IFRC


Aid 2.0: mobile relief application expanding into a global market

Publié: 21 février 2013 11:00 CET

By Amy Greber, IFRC

“Storm has passed but stay alert. Beware of new hazards, don’t touch power lines and stay away from flood water and bridges. Call 733 and stay tuned to the radio.” When a crisis hits, a simple text message can cut through the fog of uncertainty, helping someone make an informed decision about their response.

Mobile-enabled early warning systems are transforming the way humanitarian organizations deliver aid, and also how they build long-term resilience in concert with affected communities. With the International Telecommunication Union reporting nearly six billion mobile-cellular subscriptions worldwide in 2011 – and a notable 79 per cent penetration in the developing world – the rise of mobile communication continues to shape aid innovation.

The TERA (Trilogy Emergency Relief Application) system is poised to expand within this humanitarian context. Born out of the 2010 earthquake in Haiti through a partnership with the International Federation of Red Cross and Red Crescent Societies (IFRC) and Trilogy International Partners, this SMS-based, two-way communication system enables the Red Cross to send blasts of messages to defined segments of a population. To date, 100 million messages have reached nearly 3.25 million people in Haiti with critical advice on cholera prevention, first aid and, most recently, Hurricane Sandy preparedness.

“Something as technologically basic as SMS has had a significant impact on the speed and quality of our relief operations,” says Will Rogers, IFRC coordinator for beneficiary communication and one of the original TERA collaborators. “It has given community members a larger stake in rebuilding.” Of the 74 per cent of people in Haiti who reported receiving Red Cross messages in 2011, 96 per cent said that they found the information useful and 83 per cent said they took action as a result. Disaster management has evolved to recognize that an effective response requires both responders and beneficiaries to take action based on information they receive from each other.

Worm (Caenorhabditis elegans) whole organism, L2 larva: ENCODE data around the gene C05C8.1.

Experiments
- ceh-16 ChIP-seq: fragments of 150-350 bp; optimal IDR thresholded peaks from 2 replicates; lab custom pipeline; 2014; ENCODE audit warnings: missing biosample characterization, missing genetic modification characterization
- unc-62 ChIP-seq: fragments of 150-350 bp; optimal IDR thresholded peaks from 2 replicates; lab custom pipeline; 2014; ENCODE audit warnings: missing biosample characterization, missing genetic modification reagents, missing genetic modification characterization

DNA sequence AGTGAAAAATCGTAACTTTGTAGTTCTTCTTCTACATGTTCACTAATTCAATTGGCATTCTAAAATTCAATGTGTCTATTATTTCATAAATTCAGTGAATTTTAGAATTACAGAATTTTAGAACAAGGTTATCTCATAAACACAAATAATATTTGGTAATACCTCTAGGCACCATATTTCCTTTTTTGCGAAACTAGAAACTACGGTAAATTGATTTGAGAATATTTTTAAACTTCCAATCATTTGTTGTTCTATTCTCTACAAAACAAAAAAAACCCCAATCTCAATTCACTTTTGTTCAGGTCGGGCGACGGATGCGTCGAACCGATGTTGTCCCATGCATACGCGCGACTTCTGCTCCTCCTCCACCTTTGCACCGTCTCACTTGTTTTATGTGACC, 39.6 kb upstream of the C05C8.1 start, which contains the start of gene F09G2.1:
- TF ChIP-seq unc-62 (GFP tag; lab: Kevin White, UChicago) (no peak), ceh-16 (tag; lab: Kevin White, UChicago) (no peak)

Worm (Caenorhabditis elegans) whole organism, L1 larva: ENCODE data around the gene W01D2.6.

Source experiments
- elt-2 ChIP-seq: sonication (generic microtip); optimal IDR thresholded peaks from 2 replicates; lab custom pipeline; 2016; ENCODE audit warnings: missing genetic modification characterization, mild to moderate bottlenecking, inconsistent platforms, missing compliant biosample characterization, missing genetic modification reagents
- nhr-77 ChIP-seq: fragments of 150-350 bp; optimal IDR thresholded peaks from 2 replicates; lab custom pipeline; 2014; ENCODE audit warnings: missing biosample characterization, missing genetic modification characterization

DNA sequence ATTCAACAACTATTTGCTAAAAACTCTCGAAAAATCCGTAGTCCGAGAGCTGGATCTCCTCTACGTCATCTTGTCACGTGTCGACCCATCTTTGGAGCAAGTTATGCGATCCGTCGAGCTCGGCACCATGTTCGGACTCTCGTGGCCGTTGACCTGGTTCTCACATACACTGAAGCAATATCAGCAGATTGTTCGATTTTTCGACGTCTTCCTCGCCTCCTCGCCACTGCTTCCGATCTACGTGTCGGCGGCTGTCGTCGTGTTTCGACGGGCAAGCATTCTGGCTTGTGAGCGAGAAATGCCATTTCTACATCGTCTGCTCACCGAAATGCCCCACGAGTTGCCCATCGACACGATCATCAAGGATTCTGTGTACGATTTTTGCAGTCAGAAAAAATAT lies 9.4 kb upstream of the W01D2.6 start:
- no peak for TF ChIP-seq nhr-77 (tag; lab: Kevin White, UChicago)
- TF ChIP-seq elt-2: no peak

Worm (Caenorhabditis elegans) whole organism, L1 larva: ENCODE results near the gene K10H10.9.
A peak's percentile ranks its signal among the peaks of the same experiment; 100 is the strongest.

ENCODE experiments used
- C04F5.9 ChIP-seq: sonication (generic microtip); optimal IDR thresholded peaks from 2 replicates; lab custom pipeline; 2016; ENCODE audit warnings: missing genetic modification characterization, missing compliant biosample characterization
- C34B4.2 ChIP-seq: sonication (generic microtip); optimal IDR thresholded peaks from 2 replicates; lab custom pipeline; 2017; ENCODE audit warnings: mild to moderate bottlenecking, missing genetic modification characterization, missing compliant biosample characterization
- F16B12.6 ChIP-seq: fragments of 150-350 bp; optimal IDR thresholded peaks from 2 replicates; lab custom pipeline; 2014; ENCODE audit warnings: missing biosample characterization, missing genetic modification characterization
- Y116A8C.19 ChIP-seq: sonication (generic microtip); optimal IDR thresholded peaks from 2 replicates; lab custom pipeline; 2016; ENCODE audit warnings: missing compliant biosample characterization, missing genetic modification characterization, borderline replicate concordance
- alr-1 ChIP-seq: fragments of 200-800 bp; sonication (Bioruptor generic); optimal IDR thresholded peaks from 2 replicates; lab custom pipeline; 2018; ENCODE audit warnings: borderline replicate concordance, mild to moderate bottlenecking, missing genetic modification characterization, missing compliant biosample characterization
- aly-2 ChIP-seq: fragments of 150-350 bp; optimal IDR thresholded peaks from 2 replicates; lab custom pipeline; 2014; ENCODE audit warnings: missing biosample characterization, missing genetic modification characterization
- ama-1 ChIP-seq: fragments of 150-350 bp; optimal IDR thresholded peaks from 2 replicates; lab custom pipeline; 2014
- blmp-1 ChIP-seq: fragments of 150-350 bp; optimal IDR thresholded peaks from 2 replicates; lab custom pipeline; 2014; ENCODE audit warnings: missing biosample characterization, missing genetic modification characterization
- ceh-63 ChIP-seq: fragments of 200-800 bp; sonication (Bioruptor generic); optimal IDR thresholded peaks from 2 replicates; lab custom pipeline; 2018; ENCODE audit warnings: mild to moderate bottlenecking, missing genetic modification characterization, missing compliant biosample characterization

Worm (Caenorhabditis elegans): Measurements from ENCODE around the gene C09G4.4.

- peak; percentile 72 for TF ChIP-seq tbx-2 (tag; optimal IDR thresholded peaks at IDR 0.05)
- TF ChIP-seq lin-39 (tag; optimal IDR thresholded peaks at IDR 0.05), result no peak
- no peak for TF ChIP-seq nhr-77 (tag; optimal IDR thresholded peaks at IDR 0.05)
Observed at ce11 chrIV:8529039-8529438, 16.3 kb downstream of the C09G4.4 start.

Mobile industry association GSMA is further raising the profile of digital humanitarianism. Its annual Global Mobile Awards features a category for ‘Use of Mobile in Emergency or Humanitarian Situations.’ TERA is on the shortlist of five nominees for the 2012 Awards, which will be presented in Barcelona on 26 February 2013. “It has been heartening to receive this recognition, not only for the technology, but for the potential it has to equip vulnerable populations with information as aid,” says Ian Beckett, vice president of information technology at Trilogy International Partners.

The IFRC is now working to replicate the TERA model through partnerships in disaster-prone regions worldwide. “We are currently working with major operators in Asia, Africa and the Americas,” says Rogers. “We will initially prioritize those areas of the world with especially high levels of disaster risk, such as Pakistan’s flood-prone provinces.”

Combined with traditional channels such as radio, newsletters and personal contact, SMS messaging is a vital component of the Red Cross Red Crescent approach to beneficiary communication.

Beneficiary communications

Click for full version of graphic.

Trilogy International Partners is focused on operating wireless communications networks in markets where demand presents a significant opportunity for growth. They offer world-class communications services at affordable rates, so that all sectors of society can access the resources they need to improve their lives.




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La Fédération internationale des Sociétés de la Croix-Rouge et du Croissant-Rouge constitue, avec ses 190 Sociétés nationales membres, le plus vaste réseau humanitaire du monde. En tant que membres du Mouvement international de la Croix-Rouge et du Croissant-Rouge, nous sommes guidés dans notre travail par sept Principes fondamentaux: humanité, impartialité, neutralité, indépendance, volontariat, unité et universalité.